Bug Battles And The Science Of Land Stewardship

by Michele S. Byers, Executive Director, New Jersey Conservation Foundation

It’s estimated by the U.S. Department of Agriculture that a whopping 34 percent of the average farmer’s production cost comes from controlling agricultural pests. Thankfully, this state we’re in is one of eleven with a special laboratory dedicated to helping farmers and conservation land managers find ways to control pests without using prohibitively costly chemicals that sometimes persist and pollute our soil and water.

The Phillip Alampi Beneficial Insect Laboratory in West Trenton, Mercer County, researches natural enemies of insects and weeds that damage crops, alter landscapes and threaten the state’s forest and wetland habitats. This state-of-the-art facility enables state entomologists to test beneficial insects against many types of pests in various environments – and mass produce the most effective ones.


Landowners know how hard it is to keep yards and gardens free of damaging insect pests and weeds. Recognizing the economic necessity, the New Jersey Department of Agriculture began developing biological pest control programs in the 1920s, beginning with the Japanese beetle.

The savings can be huge. In 1987, for example, an estimated $1 million in research costs for biological controls for the alfalfa weevil netted the nation $48 million in annual savings. Current estimates put total savings to farmers and other growers at $2 billion, largely as a result of reduced need for pesticides.

Working with the U.S. Department of Agriculture and New Jersey Department of Environmental Protection, the Alampi Lab has established beneficial insects to control a number of insect pests and weeds, including:

Mexican bean beetles – These bugs damage soybeans, snap beans and lima beans. The Alampi Lab raises a parasite from India that kills the beetles, and is in turn killed off by winter’s cold. The program reduces the needed amount of pesticides by over 21 tons, saving growers over $450,000 each year.

Purple loosestrife – This extremely aggressive and invasive plant can severely damage freshwater wetlands. Because wetlands are environmentally sensitive, chemical, mechanical and physical methods of controlling this plant are expensive and don’t last. In 1996, the Alampi Lab released two exotic beetles that feed on loosestrife. They’re now reducing loosestrife populations in many areas, including endangered bog turtle habitat at the Great Swamp National Wildlife Refuge.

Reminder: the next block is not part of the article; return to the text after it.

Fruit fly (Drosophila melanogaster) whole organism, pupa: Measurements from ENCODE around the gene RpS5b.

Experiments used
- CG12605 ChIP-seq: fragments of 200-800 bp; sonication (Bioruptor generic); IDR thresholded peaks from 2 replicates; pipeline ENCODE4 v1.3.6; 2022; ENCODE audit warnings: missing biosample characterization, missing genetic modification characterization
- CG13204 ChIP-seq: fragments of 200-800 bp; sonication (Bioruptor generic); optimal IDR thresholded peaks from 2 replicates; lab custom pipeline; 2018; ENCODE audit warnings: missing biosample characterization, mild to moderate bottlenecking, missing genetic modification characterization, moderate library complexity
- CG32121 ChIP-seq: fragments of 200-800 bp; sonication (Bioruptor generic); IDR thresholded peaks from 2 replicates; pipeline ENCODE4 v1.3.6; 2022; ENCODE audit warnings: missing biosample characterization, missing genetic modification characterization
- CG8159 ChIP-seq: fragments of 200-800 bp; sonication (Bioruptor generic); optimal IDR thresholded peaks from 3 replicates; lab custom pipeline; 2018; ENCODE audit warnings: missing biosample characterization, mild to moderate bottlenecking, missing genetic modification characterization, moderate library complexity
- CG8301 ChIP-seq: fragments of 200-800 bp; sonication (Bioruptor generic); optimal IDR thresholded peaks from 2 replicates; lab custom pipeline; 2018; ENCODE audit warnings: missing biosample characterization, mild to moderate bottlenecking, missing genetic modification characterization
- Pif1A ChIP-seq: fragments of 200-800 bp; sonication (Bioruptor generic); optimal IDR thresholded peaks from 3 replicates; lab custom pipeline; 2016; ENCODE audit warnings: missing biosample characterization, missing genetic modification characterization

Gypsy Moths – Thirty-nine different biological controls have been deployed against voracious gypsy moths; 10 have become established as components of our forest ecosystems. In a 2007 study of gypsy moth egg masses, biologists found approximately 50 percent of the eggs did not hatch because they were damaged by parasites. One of the controls, a parasitic tachinid fly known as Compsilura concinnata, unfortunately also parasitizes over 200 native butterflies and moths, and has reduced the abundance of many native species. As a result of these past unintended consequences, modern introductions of biological control species are carefully studied in the lab, long before they are introduced into the wild, to avoid and minimize unintended impacts to native species.

Recently, the Alampi Lab released over 2,000 weevils in Union County to combat the “mile-a-minute” weed – a plant that can grow as fast as six inches a day, quickly overwhelming and choking out native plant life.

“Mile-a-minute” was accidentally introduced into Pennsylvania in the late 1930s, and is very difficult to control because the seeds can remain viable for up to five years. Fortunately, the weevils’ diet consists of nothing but “mile-a-minute” weed, so the weevil population will die out when the weed is gone.

The Phillip Alampi Beneficial Insect Laboratory is a great example of using science in the stewardship of the environment. If you want to know more about the lab or NJDA’s biological control of pests, visit www.state.nj.us/agriculture/divisions/pi/prog/biological.html.

And if you’d like more information about conserving New Jersey’s precious land and natural resources, please visit the New Jersey Conservation Foundation’s website at www.njconservation.org or contact me at info@njconservation.org.

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